The Story of Raglan Road

Raglan Road is a famous Irish love song. It is a song of unrequited love made all the more captivating as we see that the writer himself has known from the outset that he was going to get hurt.

The genius of this song is in how it captures so brilliantly the self-destructive recklessness that otherwise rational people can display when they fall in love – no matter how old or mature they may think that they are. Poet Patrick Kavanagh was forty years old at the time of the love affair in question and the girl, student Hilda Moriarty was but a young girl of twenty two. In an interview in 1987, Moriarty reflected how the age gap was the main reason the relationship failed. Hilda was a Kerry woman who hailed from the Gaeltacht village of Baile an Lochaigh. This is a magical place, nestled in the foothills of Mount Brandon, west of Dingle town.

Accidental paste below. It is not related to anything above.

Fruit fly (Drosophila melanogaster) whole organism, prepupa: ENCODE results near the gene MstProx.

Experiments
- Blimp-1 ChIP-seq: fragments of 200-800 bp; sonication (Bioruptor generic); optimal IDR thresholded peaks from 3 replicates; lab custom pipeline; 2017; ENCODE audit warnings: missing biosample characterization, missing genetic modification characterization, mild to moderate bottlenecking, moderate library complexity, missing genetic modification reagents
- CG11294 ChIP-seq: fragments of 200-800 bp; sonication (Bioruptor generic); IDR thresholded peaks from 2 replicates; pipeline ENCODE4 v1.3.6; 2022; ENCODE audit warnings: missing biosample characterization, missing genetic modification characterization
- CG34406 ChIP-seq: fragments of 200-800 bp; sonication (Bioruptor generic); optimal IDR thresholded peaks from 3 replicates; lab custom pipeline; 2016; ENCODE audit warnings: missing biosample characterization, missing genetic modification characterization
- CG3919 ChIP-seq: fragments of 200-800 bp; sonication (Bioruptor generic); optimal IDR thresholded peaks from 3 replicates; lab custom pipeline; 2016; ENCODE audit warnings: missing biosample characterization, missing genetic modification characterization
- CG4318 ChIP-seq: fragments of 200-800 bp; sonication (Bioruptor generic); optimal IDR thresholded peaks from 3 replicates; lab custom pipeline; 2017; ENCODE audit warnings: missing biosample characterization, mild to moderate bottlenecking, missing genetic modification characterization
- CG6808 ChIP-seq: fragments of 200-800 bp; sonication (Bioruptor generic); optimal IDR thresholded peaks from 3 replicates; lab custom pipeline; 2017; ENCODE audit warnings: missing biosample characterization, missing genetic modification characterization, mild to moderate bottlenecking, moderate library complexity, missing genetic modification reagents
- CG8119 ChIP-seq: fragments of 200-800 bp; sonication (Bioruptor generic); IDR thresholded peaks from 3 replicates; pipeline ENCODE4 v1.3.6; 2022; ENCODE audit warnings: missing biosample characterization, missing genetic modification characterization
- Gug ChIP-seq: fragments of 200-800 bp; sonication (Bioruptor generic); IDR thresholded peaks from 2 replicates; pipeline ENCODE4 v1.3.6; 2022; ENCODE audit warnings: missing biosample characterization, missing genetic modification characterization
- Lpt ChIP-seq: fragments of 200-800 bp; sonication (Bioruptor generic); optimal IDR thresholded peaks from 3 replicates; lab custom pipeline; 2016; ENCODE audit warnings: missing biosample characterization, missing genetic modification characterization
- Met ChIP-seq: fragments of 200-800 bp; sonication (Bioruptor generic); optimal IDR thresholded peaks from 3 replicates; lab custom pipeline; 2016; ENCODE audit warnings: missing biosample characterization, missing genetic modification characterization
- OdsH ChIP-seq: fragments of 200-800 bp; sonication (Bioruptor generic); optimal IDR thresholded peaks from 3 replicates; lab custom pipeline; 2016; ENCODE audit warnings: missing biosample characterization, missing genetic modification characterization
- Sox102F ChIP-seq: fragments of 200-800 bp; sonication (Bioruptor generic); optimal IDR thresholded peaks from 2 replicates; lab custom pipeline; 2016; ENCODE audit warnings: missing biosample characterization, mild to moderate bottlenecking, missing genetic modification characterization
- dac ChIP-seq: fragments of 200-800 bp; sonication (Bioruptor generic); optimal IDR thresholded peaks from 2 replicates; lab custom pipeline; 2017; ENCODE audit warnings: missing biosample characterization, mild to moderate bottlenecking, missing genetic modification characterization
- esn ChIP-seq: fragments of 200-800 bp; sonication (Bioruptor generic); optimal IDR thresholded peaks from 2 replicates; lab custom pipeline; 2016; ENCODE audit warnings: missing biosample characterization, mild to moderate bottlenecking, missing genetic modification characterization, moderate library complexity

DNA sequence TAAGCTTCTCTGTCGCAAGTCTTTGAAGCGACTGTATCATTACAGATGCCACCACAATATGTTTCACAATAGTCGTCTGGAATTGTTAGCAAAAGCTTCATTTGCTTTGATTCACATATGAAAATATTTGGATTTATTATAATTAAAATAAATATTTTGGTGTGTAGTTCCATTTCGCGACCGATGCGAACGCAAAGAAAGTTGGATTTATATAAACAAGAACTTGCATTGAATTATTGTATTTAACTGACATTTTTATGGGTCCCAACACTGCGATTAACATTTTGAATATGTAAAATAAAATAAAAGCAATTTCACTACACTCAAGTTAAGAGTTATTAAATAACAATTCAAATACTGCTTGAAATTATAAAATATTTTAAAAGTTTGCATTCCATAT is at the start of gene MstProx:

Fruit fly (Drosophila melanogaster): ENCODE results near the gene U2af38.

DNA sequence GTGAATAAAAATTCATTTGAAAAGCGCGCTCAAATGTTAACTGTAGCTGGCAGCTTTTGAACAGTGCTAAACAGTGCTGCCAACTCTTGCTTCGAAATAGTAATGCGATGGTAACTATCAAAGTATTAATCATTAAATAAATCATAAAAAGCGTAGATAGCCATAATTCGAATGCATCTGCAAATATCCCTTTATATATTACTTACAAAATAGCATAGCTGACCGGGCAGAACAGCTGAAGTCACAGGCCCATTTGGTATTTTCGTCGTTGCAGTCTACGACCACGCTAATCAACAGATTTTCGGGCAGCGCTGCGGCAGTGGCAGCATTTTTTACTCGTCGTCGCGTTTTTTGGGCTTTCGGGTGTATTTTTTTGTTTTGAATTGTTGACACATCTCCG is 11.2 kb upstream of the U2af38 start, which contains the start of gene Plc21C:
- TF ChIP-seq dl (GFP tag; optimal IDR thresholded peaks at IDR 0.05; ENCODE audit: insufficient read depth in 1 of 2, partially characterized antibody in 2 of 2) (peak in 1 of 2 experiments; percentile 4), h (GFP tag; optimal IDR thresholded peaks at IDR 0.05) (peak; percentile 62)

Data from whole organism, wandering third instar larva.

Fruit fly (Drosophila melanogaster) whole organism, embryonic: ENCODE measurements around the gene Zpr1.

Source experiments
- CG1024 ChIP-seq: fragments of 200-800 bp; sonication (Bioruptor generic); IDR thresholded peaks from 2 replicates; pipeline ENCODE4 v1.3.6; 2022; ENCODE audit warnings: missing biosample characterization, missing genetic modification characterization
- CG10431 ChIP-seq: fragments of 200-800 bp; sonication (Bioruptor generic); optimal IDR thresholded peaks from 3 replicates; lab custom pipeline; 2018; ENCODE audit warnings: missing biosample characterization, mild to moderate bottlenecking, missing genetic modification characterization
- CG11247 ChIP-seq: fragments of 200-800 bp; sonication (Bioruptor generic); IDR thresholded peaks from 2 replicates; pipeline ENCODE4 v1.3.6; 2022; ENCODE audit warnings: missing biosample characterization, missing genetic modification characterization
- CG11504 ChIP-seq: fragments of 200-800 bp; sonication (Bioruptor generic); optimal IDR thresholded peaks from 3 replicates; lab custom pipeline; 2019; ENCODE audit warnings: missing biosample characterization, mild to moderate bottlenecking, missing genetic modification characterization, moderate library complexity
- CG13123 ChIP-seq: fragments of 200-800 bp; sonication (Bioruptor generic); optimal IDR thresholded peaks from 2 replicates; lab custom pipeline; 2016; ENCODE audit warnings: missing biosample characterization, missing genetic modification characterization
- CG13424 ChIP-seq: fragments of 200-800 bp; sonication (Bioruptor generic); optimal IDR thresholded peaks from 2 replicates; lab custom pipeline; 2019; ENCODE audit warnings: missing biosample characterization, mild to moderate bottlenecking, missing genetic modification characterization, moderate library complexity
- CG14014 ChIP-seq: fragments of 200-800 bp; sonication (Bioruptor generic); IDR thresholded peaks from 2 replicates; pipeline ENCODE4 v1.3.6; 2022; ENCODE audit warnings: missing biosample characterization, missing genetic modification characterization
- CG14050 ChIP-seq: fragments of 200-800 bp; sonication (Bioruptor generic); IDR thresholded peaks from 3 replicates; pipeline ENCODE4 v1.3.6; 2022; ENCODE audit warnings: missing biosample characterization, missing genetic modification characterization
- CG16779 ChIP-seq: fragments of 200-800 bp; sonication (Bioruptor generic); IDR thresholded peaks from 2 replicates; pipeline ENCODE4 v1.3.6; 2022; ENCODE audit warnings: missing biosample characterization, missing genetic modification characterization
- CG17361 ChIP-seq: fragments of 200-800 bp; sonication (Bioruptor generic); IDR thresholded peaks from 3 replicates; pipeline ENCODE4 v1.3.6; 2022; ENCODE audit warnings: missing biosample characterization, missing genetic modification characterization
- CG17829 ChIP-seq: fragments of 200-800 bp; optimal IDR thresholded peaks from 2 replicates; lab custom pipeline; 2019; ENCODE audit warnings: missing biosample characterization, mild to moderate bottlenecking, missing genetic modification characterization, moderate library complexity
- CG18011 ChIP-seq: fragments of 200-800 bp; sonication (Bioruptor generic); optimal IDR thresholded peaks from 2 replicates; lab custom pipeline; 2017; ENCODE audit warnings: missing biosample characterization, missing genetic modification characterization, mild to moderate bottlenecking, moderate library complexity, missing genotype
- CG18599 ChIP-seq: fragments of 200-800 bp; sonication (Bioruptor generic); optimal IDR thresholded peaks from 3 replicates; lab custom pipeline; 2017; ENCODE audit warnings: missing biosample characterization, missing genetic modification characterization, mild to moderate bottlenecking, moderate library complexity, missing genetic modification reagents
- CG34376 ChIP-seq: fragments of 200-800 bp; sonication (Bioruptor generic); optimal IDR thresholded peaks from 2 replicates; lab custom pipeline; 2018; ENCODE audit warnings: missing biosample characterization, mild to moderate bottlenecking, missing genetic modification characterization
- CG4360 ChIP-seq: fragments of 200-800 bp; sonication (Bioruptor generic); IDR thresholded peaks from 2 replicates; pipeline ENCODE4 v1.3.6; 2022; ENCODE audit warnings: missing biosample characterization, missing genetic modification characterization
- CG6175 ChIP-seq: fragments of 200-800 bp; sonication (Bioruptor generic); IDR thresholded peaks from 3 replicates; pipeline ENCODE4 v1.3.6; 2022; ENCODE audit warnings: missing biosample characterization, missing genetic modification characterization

On Raglan Road of an autumn day I saw her first and knew
That her dark hair would weave a snare that I might one day rue;
I saw the danger, and I passed along the enchanted way,
And I said, let grief be a fallen leaf at the dawning of the day.
On Grafton Street in November we tripped lightly along the ledge
Of a deep ravine where can be seen the worth of passion’s pledge,
The Queen of Hearts still making tarts and I not making hay –
Oh I loved too much and by such by such is happiness thrown away.
I gave her gifts of the mind I gave her the secret sign
That’s knownTo the artists who have known the true gods of sound and stone
And word and tint without stint for I gave her poems to say.
With her own name there and her own dark hair like clouds over fields of May
On a quiet street where old ghosts meet I see her walking now
Away from me so hurriedly my reason must allow
That I had loved not as I should a creature made of clay –
When the angel woos the clay he’d lose his wings at the dawn of the day.

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